Facebook is now saying that they will automatically delete apps you have not used in 3 months (we’ll see if that happens), but they are  also giving you a mechanism to delete many app links in bulk.  I did this and found that there were linkages to almost two dozen apps, many of which I knew nothing about.  Here is the process I followed:

  1. Log into Facebook and at the top you will see a triangle .  Click on the triangle
  2. This will give you a pull-down menu (I’m showing a piece of it) and one of the options is “settings”. Click on it.

3.That will bring up a new screen which includes the word “apps”. Click on Apps.  This will bring up a screen with A LOT OF APPS.  There may only be room to show you a portion of them so you can go through the next step multiple times.

To the right of each app is a small box, very hard to see.  Click on those apps you do not need/want and then at the top of the page there is a box called REMOVE.  Click on it, and the app links will be removed.  I removed 23 app links this morning.

  1. On the same screen where you clicked on APPS there is a place to click on PRIVACY. There are eight options you might want to look at to determine whether you want to limit who can see what you have.  Of course this restriction didn’t seem to hold when Facebook provided user data to a third party.

There is a lesson here for all of this:  anything you put on the computer, and that includes all emails you send or receive, texts and pictures you send or receive, should be assumed to be in the public record.  This is why I have recommended that you put a freeze on your credit bureau accounts, and that you use credit cards NOT debit cards.  The credit card companies will protect you if someone steals your card.  When I use a credit card in a restaurant, I ensure that it stays where I can see it, and is not taken to a back room for processing.  Same at gas stations.  Today, we all need to exercise caution.

BOLLI MATTERS Tech Talk feature writer, John Rudy

A long-time computer expert and guide, John provides his helpful hints in this monthly BOLLI Matters feature.  In the comment box below, provide questions or comments for John on any computer/tech topic.

john.rudy@alum.mit.edu (781-861-0402

MARCH TECH TALK WITH JOHN RUDY: EMAIL

Email Issues

Some Advice from John Rudy

I have said before that you need to be careful when dealing with emails.  I’ll go through a number of issues here, of widely varying importance, but you should take each seriously.

  • Reread your email before you send it. Some email systems have spell or grammar checkers (and other associated products can be acquired).  If they don’t, it is still amazing how many stupid errors you discover by rereading what you have written.
  • Make sure you know who you are sending something to. This may sound obvious, but if you get an email from, say, a Yahoo group, the default might be “reply all.”  Maybe you would prefer that your response only go to the sender or to another individual.  Many years ago, I remember saying something like “what a stupid email” and sending it before I realized it went to about 400 people.  Once an email is sent it cannot be stopped.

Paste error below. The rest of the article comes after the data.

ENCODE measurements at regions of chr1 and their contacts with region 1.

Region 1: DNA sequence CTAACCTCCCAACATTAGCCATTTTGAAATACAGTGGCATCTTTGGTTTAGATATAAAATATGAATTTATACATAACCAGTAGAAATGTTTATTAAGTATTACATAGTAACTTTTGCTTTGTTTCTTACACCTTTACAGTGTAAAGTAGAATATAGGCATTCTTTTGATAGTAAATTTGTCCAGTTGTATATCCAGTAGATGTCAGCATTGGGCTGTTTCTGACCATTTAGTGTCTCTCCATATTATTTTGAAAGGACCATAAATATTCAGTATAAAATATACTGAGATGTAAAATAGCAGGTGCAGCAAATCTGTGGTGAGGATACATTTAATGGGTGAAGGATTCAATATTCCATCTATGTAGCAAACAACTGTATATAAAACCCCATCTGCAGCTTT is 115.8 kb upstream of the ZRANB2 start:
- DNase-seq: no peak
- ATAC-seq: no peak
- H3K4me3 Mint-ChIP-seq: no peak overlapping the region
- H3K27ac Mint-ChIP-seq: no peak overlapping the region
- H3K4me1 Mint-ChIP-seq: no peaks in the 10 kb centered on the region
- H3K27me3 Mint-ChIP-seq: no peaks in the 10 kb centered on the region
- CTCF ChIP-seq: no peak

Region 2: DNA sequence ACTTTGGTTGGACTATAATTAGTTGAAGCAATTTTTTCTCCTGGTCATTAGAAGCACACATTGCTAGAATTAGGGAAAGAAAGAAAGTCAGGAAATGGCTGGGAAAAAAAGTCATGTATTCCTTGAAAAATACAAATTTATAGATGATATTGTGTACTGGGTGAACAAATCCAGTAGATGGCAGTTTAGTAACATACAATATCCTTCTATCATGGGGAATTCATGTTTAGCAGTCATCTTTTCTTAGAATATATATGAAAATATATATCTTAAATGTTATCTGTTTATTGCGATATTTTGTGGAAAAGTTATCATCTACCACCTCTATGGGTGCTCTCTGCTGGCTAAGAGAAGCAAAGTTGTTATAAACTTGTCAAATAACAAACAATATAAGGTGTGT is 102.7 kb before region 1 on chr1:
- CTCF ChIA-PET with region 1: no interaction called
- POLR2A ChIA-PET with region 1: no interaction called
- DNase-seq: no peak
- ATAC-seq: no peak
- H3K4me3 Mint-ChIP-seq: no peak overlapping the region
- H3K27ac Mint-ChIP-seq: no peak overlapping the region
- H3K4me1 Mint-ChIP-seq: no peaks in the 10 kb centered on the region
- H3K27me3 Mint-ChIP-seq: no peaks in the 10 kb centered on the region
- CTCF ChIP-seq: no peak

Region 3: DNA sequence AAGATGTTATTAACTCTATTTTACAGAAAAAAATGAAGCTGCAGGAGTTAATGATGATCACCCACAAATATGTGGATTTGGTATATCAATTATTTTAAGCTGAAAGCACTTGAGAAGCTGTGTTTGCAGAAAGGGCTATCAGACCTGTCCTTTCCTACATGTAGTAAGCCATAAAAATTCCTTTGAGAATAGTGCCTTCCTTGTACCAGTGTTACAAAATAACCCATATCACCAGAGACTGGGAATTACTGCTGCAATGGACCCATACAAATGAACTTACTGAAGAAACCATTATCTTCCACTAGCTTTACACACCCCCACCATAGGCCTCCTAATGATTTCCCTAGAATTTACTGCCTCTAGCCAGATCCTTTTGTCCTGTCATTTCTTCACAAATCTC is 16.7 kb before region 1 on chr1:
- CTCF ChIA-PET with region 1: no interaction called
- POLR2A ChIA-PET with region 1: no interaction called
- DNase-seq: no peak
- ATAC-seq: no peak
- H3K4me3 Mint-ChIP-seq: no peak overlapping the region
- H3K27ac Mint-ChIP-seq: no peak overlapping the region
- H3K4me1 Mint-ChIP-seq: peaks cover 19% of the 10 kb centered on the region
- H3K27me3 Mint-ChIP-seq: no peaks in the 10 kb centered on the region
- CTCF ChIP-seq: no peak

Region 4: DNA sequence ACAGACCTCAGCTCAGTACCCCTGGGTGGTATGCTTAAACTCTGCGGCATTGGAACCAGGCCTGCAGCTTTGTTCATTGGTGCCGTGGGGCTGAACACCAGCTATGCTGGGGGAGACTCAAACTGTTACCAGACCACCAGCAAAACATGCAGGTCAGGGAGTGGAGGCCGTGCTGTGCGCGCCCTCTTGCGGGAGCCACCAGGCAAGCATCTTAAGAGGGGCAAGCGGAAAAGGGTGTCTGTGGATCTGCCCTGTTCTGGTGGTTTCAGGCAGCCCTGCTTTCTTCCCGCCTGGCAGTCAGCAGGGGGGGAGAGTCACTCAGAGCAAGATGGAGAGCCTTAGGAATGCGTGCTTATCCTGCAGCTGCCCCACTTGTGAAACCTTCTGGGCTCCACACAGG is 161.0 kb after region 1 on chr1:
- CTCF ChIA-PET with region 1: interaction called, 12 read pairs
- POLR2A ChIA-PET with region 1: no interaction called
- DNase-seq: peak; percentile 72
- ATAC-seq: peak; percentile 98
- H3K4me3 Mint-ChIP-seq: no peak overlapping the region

• When you receive an email, you think you know from whom it came. In many cases, if you hover your cursor over the TO name and press the right key on your mouse, you can see the sender’s address.  Other times, it will be posted at the top of your message.  Here is one that I received from Goldstar that looks legitimate:

On the other hand, here is a message that I purportedly got fromWells Fargo You should be very careful before clicking on a URLyou are unsure of.  If I thought that maybe it was legit, I would have called my Wells Fargo broker to inquire.                                                                                                                                                                                                 

Look at the sending address.  Just a Comcast address, and the person who sent it has an odd name.  I was positive that this message was NOT legitimate.   The message then went on to sa:

And it wanted me to click on the URL it provided.  That would be a really bad thing to do!  (Note that clicking on the address above will not connect.)

  • Sometimes, scammers are really tricky. Here is one that Kim Komando references on her blog.  Doesn’t it look real?  It sure does, but this technique is call phishing: “Phishing is the attempt to obtain sensitive information such as usernames, passwords, and credit card details (and money), often for malicious reasons, by disguising as a trustworthy entity in an electronic communication.” From Wikipedia.                                                                                                                                                                                                                           
“Tech Talk” writer John Rudy

A long-time computer expert and guide,  John provides his helpful hints in this monthly BOLLI Matters feature.  In the comment box below, provide questions or comments for John on any computer/tech topic .

john.rudy@alum.mit.edu (781-861-0402)